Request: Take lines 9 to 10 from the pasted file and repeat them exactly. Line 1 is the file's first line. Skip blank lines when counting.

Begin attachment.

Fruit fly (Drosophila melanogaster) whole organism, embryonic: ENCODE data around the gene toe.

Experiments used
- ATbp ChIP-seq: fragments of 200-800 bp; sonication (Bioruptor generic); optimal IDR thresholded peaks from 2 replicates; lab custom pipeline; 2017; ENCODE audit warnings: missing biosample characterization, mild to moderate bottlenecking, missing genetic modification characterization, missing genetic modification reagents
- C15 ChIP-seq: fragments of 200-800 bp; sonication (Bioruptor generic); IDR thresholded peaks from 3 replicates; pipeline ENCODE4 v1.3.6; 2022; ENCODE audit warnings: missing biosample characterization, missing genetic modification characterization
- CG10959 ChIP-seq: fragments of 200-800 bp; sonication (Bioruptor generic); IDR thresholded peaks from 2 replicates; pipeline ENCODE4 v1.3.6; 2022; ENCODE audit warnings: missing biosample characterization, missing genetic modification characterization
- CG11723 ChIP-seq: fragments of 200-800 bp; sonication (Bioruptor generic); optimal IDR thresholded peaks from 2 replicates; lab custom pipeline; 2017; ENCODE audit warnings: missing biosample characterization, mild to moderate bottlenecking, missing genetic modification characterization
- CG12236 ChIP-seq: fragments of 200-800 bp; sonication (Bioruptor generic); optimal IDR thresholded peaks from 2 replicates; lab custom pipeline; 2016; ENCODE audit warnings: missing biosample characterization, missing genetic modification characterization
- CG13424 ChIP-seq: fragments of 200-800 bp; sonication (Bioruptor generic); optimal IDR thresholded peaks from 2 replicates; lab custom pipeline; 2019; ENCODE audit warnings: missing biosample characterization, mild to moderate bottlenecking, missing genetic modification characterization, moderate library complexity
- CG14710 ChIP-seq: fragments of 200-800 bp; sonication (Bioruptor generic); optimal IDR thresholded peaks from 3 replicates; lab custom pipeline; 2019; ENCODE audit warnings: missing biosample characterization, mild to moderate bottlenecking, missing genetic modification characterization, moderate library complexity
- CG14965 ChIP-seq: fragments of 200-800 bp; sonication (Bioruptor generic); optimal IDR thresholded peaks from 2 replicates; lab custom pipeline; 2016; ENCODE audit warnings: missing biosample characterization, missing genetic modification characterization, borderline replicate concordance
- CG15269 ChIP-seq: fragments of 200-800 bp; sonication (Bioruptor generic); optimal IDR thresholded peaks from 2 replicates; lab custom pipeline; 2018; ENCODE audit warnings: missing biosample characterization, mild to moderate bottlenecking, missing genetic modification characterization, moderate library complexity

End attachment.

- CG14710 ChIP-seq: fragments of 200-800 bp; sonication (Bioruptor generic); optimal IDR thresholded peaks from 3 replicates; lab custom pipeline; 2019; ENCODE audit warnings: missing biosample characterization, mild to moderate bottlenecking, missing genetic modification characterization, moderate library complexity
- CG14965 ChIP-seq: fragments of 200-800 bp; sonication (Bioruptor generic); optimal IDR thresholded peaks from 2 replicates; lab custom pipeline; 2016; ENCODE audit warnings: missing biosample characterization, missing genetic modification characterization, borderline replicate concordance